Insurance Dept. health exchange bid actions questioned

The New Hampshire Insurance Department has disciplined Leslie Ludtke — its health-care policy analyst — for what it calls "behavior issues," but for what Ludtke says was her refusal to go along with bidding procedures that might be illegal.

Ludtke — point person on a key federal health care reform contract rejected in April by the Executive Council — is on paid administrative leave until June 1. She is being represented by Chuck Douglas, an employment law attorney, former congressman and former state Supreme Court justice.

Douglas told NHBR he would be asking the Executive Council for a hearing on the matter.

"It appears very clear that her suspension is in reality for her bringing concerns to the commission about problems following the health care grant contract rejection," Douglas said. "This is someone who has been a lawyer for 30 years, and used to be No. 3 in the Attorney General's Office, with a good legal mind. Her trying to do her job in good conscience does not constitute grounds for discipline."

Calls to Insurance Commissioner Roger Sevigny and Deputy Commissioner Alex Feldvebel were not returned Wednesday afternoon.

The controversy threatens to further damage the $1 million federal grant for which the state is eligible — a grant that would help it set up an insurance exchange under the Patient Protection and Affordable Care Act.

Such an exchange would determine eligibility criteria for health care subsidies and tax breaks under the new law. About two-thirds of that grant would go to the Insurance Department, which would explore whether to set up a state exchange or join a regional one and to see how it would operate and how each decision would affect the existing private health insurance market.

Under federal health care reform, if the state doesn't do its own planning, the federal government might do it for the state. But hard-line opponents of what they call "Obamacare" see the state's refusal to plan for an exchange as another tactic to defeat reform.

The state Legislative Fiscal Committee accepted the federal money, but the Executive Council rejected the awarding of a competitive bid for two-thirds of the grant to Wakely Consulting Group Inc., partly because there were not enough New Hampshire residents employed on the project, and partly because the point person for the company — Jon Kingsdale –was executive director of the Health Insurance Connector Authority, which administered the Massachusetts health care reform legislation passed back in 2006.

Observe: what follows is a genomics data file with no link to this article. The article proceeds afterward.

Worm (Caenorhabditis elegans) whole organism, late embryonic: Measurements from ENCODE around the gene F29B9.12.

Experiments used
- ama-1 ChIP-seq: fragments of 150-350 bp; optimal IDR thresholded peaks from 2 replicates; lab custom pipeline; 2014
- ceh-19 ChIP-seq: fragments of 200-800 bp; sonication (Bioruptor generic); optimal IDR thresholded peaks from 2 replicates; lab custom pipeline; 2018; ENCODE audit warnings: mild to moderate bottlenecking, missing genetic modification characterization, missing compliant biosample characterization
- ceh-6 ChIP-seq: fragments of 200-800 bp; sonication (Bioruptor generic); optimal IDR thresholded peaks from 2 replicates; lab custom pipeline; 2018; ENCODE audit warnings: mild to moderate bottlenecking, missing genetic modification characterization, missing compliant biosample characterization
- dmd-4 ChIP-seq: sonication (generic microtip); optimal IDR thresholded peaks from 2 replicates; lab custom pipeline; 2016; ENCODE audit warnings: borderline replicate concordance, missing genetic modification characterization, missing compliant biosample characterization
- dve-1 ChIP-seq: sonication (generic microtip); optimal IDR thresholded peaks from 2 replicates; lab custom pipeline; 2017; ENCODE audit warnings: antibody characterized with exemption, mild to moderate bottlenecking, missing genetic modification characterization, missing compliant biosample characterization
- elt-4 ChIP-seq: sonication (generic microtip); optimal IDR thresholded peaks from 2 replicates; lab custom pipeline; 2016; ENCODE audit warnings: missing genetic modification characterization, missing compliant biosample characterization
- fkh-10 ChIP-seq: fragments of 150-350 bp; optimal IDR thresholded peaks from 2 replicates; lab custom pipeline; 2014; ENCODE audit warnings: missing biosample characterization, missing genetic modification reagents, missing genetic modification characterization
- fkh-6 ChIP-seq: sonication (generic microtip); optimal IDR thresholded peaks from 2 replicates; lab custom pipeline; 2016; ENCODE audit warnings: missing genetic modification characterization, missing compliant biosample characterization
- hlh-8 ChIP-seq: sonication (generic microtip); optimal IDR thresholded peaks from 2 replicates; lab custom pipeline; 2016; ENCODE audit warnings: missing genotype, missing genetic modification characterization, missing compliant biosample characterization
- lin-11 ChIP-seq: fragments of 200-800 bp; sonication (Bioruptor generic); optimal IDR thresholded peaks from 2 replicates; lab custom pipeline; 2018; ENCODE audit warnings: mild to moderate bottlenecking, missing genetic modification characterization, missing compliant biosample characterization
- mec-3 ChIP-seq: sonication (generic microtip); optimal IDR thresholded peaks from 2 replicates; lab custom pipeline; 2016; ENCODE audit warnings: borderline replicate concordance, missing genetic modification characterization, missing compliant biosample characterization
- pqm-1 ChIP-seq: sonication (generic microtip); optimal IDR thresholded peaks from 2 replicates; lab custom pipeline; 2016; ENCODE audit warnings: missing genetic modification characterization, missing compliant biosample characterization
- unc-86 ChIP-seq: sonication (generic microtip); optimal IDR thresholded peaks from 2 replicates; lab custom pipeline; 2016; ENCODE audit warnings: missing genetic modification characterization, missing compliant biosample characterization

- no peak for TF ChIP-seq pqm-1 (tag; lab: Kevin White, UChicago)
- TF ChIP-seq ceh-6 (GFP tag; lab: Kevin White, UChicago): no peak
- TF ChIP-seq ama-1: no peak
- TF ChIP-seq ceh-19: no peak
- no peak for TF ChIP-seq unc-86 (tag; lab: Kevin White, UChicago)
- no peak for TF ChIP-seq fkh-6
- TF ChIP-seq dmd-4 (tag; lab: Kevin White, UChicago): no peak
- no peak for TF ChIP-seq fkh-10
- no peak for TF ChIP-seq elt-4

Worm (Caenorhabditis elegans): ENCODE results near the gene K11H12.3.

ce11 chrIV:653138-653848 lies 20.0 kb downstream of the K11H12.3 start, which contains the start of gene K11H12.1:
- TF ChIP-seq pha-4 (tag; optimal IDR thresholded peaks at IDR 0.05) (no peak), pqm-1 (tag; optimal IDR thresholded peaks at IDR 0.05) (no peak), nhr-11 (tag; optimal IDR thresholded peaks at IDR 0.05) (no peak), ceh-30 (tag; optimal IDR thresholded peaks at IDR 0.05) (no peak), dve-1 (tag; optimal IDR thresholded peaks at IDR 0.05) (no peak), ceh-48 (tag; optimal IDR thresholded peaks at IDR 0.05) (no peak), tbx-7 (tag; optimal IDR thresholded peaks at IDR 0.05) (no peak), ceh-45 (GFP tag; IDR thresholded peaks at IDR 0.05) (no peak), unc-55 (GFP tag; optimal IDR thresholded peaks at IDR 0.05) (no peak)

When Ludtke heard that the Executive Council might refuse the contract, she voiced her concerns to Sevigny and Feldvebel, according to a May 10 response to her disciplinary action.

"NHID could be accused of improperly using the competitive bidding process to achieve a politically palatable result," she wrote in 10-page letter that she shared with various members of the Insurance Department and was obtained by NHBR. (NHBR did not get the document from Ludtke or her attorney.)

After she gave that advice, Ludtke wrote, she was frozen out of an April 5 meeting, and found the result "profoundly upsetting."

"In 30 years of working in New Hampshire state government, I had never encountered a situation where a presumption of a 'conceptual bias' or non-New Hampshire residency were used as reasons for rejecting a competitively bid contract," she wrote.

AG's opinion

After the contract was rejected on April 5, Ludtke phoned Kingsdale to try to see if the contract could be salvaged by involving more New Hampshire people on the team. In the middle of that call, she was summoned — on an office-wide page — to the commissioner's office, where she was "informed that the Wakely contract would not be approved under any circumstances." She was then was asked if she would work on a no-bid contract to a Utah firm, according to her letter.